Foreword Review — Nov / Dec 2009
Dream of Reason is the fictional diary of Santiago Hernández—written late into the night and secreted away—chronicling his childhood, first love, marriage, personal crises, and (from a distance) the Spanish Civil War and World War II. The novel, first published in Spain in 1960, is Rosa Chacel’s third to be published in English (Memoirs of Leticia Valle and The Maravillas District were also published by Nebraska) and is the latest in Nebraska’s European Women Writers Series. Her complex, somewhat reckless, intellectual, and allusive style (effortlessly rendered in English by award-winning translator Carol Maier) recalls Roberto Bolaño’s cult hit The Savage Detectives, except where Bolaño chases poetry, Chacel chases philosophy. Both authors depict their characters’ quests for utopia in an atmosphere of anxiety fueled by love, betrayal, unlikely enemies, and world-altering events beyond their control.
By telling Santiago’s story in his own words, Chacel ostensibly sets the novel in his mind. Santiago speaks directly to the reader, referring to his diaries as both his “confessions” and his “betrayal.” This intimacy allows the reader a close encounter with everyday events alongside his revelations, deepest longings, and at times, his dark, associative, and pathological thoughts. A diary is also rarely edited for length (Dream is 718 pages), which Chacel acknowledges in Santiago’s offhand remarks: he may “lack a talent for synthesis,” noting, “to cross out you have to pick up your pen again.”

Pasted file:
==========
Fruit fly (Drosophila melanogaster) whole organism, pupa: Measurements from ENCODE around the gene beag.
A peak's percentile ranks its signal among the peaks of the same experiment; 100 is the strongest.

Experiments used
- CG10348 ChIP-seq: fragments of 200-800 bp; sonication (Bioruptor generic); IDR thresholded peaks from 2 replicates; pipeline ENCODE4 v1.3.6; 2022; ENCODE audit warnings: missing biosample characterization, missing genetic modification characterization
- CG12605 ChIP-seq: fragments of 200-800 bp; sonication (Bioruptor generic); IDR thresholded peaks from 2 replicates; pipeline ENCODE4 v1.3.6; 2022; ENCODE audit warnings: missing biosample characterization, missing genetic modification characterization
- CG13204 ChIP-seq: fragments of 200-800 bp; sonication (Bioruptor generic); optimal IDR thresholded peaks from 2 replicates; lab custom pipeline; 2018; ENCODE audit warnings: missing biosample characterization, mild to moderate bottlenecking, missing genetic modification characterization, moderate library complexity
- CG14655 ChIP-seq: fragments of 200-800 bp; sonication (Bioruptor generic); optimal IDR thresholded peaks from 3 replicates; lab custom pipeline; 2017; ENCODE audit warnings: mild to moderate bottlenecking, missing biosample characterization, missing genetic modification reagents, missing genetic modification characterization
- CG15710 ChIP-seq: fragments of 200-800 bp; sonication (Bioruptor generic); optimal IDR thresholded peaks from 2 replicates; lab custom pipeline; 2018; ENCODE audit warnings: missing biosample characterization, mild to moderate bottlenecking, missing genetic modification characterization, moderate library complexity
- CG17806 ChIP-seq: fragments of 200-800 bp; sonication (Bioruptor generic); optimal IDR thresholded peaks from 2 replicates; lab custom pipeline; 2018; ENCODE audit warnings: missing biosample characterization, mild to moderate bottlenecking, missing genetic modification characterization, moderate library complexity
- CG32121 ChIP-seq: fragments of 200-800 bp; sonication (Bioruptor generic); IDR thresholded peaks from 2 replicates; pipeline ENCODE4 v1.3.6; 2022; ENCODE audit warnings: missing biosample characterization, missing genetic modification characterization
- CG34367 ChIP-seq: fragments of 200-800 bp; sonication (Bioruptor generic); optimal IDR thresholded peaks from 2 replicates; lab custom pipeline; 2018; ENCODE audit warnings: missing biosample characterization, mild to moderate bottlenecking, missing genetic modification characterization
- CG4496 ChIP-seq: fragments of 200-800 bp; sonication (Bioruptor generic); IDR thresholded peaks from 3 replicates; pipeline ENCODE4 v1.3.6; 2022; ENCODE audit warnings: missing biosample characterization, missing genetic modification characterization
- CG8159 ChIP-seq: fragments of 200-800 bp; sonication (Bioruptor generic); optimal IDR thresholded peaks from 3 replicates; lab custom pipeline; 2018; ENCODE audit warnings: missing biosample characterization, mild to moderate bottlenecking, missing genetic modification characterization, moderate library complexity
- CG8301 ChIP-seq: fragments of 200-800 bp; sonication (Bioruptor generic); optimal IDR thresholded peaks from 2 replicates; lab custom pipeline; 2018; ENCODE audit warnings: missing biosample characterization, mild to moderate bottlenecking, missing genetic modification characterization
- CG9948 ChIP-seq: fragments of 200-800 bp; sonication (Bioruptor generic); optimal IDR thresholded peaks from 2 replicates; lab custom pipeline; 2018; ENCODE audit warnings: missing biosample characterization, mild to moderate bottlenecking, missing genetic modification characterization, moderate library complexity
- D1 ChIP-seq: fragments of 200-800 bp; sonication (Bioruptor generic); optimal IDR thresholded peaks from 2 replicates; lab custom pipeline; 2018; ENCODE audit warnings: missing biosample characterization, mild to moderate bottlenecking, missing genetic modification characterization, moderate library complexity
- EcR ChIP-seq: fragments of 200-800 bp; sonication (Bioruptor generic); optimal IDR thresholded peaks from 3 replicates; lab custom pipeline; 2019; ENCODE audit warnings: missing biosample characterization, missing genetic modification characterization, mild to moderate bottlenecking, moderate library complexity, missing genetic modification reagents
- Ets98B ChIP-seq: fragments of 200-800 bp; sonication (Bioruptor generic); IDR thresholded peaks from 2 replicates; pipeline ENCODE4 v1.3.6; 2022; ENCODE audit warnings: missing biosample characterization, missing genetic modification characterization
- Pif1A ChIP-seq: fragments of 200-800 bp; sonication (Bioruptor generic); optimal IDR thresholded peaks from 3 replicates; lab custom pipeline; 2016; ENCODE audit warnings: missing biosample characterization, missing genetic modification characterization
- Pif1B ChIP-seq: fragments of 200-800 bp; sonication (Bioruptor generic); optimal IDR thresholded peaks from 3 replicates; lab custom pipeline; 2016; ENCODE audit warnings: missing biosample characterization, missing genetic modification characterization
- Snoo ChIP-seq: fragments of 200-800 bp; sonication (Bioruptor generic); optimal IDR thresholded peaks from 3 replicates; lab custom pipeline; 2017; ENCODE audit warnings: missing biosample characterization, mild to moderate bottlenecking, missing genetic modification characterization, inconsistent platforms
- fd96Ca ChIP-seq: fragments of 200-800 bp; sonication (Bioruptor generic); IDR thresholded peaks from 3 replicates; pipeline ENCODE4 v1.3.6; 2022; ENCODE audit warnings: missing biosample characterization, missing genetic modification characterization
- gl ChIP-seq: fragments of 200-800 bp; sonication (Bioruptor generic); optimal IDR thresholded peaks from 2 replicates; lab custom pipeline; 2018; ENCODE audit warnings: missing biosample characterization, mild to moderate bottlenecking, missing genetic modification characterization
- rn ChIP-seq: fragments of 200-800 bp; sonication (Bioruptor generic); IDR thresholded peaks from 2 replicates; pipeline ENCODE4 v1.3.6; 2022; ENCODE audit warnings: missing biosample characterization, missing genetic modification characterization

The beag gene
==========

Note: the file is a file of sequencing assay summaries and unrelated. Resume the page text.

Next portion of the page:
The book’s focus is Santiago’s introspection and his contemplative conversations with the various characters who come in and out of his life: his first love Elfriede, his wife Quitina, and his fiercely intelligent aunt and nephew. However, Chacel does offer up narrative moments that glimpse Buenos Aires in the 1930s and ’40s: “several couples were taking a stroll, walking slowly, leaning against each other, as if to give darkness time to descend and time for the straight, solitary, naked street, with no doors or windows, sheltered by high, gray walls, to become a shadowy bedroom.”
One of Santiago’s chief philosophical conflicts is his notion that the power of his intention is strong enough to dictate events. When he imagines a fly’s death by contact with a light bulb, he looks up to see it happen. This fascinates him, but the crisis arises when his intentions—and their apparent outcomes—take on a sinister bent with far graver consequences. (October) Kara Mason